I recently learned of a great website called 100 Days of Real Food. Blogger Lisa Leake and her family committed to eating no processed foods for 100 days and she recorded their experiences, experiments, and recipes on the site.
Lisa posted a list of the food rules they followed during that time. In looking over the guidelines, I felt both great admiration for people who are able to rise up to the challenge and skepticism over the sustainability of living and eating that way over the long haul. After all, not many people want to bring their own food everywhere as Lisa and her family did (and still does). She admits that after the challenge, they no longer adhere to all of the rules. But her family’s diet has changed immensely for the better and she invites readers to take a 10 day real food challenge if they’re not up for 100 days.
I know there are so many compelling reasons to reject processed foods, both for our own health and for the health of the planet. Yet, I’m not ready for the 10 day challenge, though I do want to eat healthier. So instead of overhauling my (and my family’s) entire diet, I’ve decided to go at my own pace and make changes slowly to ease the transition. Suddenly adopting strict new habits that invite rebellion will likely do little good. But gradual changes that give us time to adjust can work best in the long run.
So if you’re like me and not ready for a complete food makeover, here are some simple ways to improve your and your family’s diet:
- Swap a refined grain such as white bread or white rice for a 100% whole grain version at one meal a day. If that’s too much, you can substitute items that are a mix of whole and refined grains for the all white stuff. For instance, I now serve rice that’s a mixture of brown with white. That’s an improvement and it’s a change my family can accept.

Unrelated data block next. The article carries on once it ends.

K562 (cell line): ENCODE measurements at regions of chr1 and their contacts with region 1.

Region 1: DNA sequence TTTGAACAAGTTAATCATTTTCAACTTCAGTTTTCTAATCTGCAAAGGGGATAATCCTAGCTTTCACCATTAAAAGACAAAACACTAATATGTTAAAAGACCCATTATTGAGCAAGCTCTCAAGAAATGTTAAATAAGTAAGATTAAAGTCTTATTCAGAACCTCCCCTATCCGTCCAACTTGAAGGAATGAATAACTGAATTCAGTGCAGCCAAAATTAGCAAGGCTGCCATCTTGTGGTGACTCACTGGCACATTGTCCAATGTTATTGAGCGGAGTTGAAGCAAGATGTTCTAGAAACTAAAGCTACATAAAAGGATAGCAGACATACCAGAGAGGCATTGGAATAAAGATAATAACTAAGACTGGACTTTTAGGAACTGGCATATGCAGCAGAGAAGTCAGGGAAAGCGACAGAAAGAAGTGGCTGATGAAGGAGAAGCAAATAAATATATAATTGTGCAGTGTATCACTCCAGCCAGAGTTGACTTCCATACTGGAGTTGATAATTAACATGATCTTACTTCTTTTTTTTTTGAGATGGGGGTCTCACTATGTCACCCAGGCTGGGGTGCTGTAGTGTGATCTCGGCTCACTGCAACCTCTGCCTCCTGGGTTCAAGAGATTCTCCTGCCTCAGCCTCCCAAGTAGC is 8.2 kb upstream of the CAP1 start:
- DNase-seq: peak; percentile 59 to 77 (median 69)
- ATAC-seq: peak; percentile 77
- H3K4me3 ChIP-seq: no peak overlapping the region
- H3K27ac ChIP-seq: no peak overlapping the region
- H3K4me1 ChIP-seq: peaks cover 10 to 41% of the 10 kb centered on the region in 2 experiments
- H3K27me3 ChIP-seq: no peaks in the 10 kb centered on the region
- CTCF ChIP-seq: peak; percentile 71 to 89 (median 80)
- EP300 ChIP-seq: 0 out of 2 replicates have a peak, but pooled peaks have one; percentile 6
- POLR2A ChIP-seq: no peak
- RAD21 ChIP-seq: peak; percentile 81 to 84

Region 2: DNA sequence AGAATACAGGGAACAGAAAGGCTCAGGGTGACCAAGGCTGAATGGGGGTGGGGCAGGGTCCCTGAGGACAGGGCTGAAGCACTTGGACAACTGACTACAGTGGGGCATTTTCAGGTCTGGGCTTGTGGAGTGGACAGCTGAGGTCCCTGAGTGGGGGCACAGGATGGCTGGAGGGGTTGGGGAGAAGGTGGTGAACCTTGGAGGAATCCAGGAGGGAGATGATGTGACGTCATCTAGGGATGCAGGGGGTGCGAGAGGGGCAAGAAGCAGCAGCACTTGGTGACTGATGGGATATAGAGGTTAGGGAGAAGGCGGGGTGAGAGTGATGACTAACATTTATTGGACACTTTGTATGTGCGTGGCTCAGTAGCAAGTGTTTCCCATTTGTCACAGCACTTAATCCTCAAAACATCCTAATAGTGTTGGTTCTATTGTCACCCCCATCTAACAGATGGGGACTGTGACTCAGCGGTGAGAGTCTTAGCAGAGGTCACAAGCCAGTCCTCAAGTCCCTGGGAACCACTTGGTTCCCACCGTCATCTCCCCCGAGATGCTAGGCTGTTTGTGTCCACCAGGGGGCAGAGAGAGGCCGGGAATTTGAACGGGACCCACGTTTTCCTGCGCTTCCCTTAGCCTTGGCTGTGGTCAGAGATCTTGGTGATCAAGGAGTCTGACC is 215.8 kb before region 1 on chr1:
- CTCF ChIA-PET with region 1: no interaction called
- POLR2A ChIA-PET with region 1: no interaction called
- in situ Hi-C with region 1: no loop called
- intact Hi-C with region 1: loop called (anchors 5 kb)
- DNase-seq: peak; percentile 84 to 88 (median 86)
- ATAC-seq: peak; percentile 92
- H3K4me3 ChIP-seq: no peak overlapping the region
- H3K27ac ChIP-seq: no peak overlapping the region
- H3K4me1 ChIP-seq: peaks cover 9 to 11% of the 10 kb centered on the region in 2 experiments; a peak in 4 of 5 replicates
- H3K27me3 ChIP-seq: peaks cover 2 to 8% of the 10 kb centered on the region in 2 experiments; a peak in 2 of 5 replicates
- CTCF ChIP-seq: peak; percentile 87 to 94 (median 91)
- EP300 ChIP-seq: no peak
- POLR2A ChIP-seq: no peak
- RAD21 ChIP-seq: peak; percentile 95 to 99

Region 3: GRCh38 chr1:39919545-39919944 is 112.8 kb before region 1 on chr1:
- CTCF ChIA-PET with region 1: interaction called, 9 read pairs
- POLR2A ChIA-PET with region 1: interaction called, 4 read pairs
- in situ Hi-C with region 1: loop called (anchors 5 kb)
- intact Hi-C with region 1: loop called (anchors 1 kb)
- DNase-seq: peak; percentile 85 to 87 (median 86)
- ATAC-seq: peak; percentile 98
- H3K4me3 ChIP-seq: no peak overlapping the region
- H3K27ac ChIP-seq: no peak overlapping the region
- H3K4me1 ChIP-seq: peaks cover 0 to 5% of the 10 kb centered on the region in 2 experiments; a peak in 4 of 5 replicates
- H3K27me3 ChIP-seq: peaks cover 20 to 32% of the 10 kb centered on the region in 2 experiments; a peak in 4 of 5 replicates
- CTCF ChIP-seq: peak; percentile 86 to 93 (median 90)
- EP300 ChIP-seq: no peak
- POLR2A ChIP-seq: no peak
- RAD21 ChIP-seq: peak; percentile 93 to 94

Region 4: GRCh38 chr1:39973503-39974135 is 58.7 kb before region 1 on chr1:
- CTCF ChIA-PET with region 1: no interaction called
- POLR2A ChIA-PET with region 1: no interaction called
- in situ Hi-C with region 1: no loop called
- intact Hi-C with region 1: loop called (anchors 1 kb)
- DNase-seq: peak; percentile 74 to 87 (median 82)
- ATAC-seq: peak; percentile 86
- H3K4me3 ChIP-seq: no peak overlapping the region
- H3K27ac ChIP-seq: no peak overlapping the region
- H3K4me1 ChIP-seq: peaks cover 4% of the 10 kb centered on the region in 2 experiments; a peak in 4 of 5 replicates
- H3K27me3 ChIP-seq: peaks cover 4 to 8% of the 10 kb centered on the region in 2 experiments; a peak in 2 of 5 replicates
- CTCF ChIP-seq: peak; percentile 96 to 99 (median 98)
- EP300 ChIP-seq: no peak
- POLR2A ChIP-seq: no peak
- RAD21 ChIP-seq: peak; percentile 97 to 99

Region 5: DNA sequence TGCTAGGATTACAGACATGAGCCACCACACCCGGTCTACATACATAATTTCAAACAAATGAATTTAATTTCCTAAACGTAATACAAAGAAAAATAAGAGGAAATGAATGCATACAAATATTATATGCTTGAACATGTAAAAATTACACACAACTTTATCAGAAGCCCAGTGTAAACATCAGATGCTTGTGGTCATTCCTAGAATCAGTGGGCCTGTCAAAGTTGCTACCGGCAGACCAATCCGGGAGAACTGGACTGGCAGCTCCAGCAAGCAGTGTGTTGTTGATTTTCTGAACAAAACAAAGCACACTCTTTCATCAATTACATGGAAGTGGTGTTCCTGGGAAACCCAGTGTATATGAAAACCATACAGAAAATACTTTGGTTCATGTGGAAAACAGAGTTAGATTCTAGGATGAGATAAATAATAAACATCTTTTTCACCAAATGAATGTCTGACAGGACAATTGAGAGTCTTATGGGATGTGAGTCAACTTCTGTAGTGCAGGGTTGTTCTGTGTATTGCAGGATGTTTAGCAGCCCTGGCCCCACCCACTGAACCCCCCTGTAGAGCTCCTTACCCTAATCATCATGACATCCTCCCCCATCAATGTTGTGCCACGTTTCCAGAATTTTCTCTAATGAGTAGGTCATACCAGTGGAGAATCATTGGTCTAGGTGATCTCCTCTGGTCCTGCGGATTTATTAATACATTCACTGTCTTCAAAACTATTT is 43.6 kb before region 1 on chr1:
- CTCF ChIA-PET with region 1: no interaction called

- How much fruits and vegetables do you eat on average? Can you increase that by one serving a day? For instance, add fruit to your breakfast or snack on cut up veggies w/dip instead of chips. If possible, buy organic but if not, the benefits of eating more fruits and veggies still out weight potential harm from industrial farming methods.
- How much sugar are you drinking in a day? From soda and juice to sweetened coffee and tea to Gatorade and smoothies, there’s no lack of sugar in our diets. The average American consumes 20 added teaspoons of sugar per day according to a USDA survey. Granted it’s not all through beverages but they are a major source of sugar. Pick one sweet drink and replace it with water or a non-sweetened version if possible.
- Conventionally produced meat, poultry, and seafood (and their milk and eggs) are full of antibiotics and/or toxins. Though they aren’t exactly processed foods, the way they’re produced is anything but natural. This hurts not only the animals but also the people who consume them and the environment. Consider switching to one of the following in your diet: sustainably caught seafood, grass fed meats, pastured poultry, or their dairy and eggs.
- Stop eating any food out of a box, package, can, bottle, or bag that has more than 10 ingredients. It’s not Lisa’s 5 but 10 is still better than the 25+ ingredients common in many processed foods.
- Cut back on junk food such as fried food, fast food, chips, candies, cakes, and cookies. If you currently eat them twice a day, try cutting down to once a day. If you eat them four times a week, trying reducing to twice a week. Brainstorm a list tasty and healthy meals and snacks that you can substitute for junk food.
Eating real food is fantastic for your health. It does call for learning new habits and skills such as changing where you shop, learning to cook, and planning ahead. But the benefits are well worth it. Go at your own pace with balance and sanity and find the changes that work for you. Happy eating!